At last, the group arrived at Hotel Capo San Vito, situated on the white sands of San Vito lo Capo, supposedly the most beautiful beach of Sicily. The polished and old class charm of the hotel matched the personality of the people in San Vito lo Capo as well. Celebrities and foreigners flock to San Vito lo Capo in the summer as New Englanders head to the Cape. Tourists are the majority of the town’s population in the summer months of the high peak season. However, when we arrived in this stunning beach town, we came during the off-season.
The town was flustered to see tourists during this usually ignored time of year. In fact, at a local supermercato (or a mini-mart), they did not have enough change to give us as we purchased our 2 liters and six packs of water. I was the last customer in the store when they had completely run out of change. In exchange for the lack of change, she offered me Italian chocolates instead. I agreed and later realized that the chocolates had cost more than the actual change they owed me. I had been introduced to an obsession with Italian chocolates.
As it turns out, we were apparently the only tourists in the entire town. The Hotel Capo San Vito willingly opened to house us in their usual off-season. At an opening reception, they gave us bubbly champagne with a trace of grapefruit spritzer in sophisticated glass flutes. This gesture from the hotel was the crème de la crème of greetings thus far.
In the city of Marsala, the new archaeological museum’s caretaker—a rosy cheeked old Sicilian man aged with white hair, wrinkles, and wisdom greeted us. He was extremely enthused with the idea of young Americans interested in his museum filled with ancient, historical artifacts. Who knew that young people were so eager to learn about old Sicilian history? Certainly not the old caretaker, but he welcomed this energetic, upbeat crowd with a personal guided tour.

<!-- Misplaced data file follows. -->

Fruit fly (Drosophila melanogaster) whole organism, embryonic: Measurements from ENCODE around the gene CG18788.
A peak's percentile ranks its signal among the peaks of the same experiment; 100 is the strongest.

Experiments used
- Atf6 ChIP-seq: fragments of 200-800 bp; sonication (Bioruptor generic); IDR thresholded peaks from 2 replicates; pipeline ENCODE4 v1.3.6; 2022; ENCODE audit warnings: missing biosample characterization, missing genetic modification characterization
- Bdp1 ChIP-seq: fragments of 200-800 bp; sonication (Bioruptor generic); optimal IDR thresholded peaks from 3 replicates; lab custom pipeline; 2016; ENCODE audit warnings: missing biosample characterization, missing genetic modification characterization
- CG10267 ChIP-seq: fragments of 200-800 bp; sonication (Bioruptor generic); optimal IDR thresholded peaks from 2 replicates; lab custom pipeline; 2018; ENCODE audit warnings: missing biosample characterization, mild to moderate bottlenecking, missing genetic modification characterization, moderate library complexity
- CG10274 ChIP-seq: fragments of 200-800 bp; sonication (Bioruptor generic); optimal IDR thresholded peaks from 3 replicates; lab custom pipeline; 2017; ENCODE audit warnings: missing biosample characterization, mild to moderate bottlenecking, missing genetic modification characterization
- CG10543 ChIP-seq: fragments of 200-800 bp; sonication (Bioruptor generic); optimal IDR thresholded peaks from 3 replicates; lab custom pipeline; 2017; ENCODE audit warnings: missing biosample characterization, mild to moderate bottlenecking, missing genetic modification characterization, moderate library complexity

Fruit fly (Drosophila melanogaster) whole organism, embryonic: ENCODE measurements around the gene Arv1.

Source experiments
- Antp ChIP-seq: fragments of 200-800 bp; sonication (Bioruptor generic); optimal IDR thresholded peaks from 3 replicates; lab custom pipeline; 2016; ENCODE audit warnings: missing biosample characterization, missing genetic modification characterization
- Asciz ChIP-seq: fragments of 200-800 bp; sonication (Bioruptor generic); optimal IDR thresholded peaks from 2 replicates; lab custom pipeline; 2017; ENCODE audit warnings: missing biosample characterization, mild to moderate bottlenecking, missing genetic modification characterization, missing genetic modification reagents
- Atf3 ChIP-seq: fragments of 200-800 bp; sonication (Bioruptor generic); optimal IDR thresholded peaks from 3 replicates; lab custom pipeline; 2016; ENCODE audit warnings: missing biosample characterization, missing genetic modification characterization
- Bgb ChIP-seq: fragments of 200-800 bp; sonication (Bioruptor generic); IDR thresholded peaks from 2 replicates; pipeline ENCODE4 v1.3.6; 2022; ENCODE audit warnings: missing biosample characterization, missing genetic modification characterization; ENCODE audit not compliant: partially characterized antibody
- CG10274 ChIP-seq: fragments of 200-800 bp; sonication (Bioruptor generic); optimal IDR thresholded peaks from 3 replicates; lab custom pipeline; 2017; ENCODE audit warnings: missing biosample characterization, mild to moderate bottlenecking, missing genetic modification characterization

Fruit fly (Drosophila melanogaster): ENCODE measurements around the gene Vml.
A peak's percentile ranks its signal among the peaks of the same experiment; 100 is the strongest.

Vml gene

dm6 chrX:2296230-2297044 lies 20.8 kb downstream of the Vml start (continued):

He immediately spoke Italian to our group like rapid gunfire, which targeted our tour guide, Rosa, to translate promptly in English. “He loves Americans and after the 9/11 attacks, he loves them even more.” The old man quietly peered at our American faces as he anxiously searched for our reactions. A wave of “Aww’s” and warm applause swept the crowd—the old man beamed for this was the exact reaction he was hoping. Despite our prior knowledge that the caretaker had said this many times before, the rehearsed line won over our hearts.
Sicily is so keen on hospitality that they have dedicated an entire showcase to a supposedly infamous, yet unknown Spaniard—even to the caretaker. The old man introduced us to the showcase featuring the mysterious foreigner. This exhibit was a tomb for a man who was unknown, but was properly and hospitably buried, and memorialized by the ancient Sicilians.
As we left the museum for our next scheduled destination, I spotted the old man walking to his car (half parked on the street, half on the sidewalk—the Italian parking signature), only to discover his wife waiting in the passenger seat. What initially started as a daily perfunctory visit to his museum, turned out to be an hour-long ordeal of testing his historical knowledge of his museum and its contents. While his wife waited, he whole-heartedly welcomed the Americans to his museum, his town, his island.
The city of “the Mountain of the Rabbit”, or otherwise known as Montelepre, had greeted our tour group—literally. An hour around the town of Montelepre (or any town in Sicily for that matter) for lunch was like a scavenger hunt in itself.
Searching for Lunch
Siesta is a lunch break feasted with friends and family that lasts on average of approximately three to four hours, or whenever the savory amounts of couscous, risotto and pungent cheeses with overflowing glasses of wine judges to cease its end.
Thus, siesta is when all the shops and stores padlock their doors, only to be reopened in a few hours. As the options for a legitimate lunch (this means that pastries or gelatos weren’t considered as a substitution for a meal) were scarce, the American tourists roamed up and down the streets of Sicily in hopes to catch lunch. The Sicilians, observing and perhaps finding humor out of our hopeless chase for a meal, spread like wildfire, only surging more curiosity in Montelepre’s community.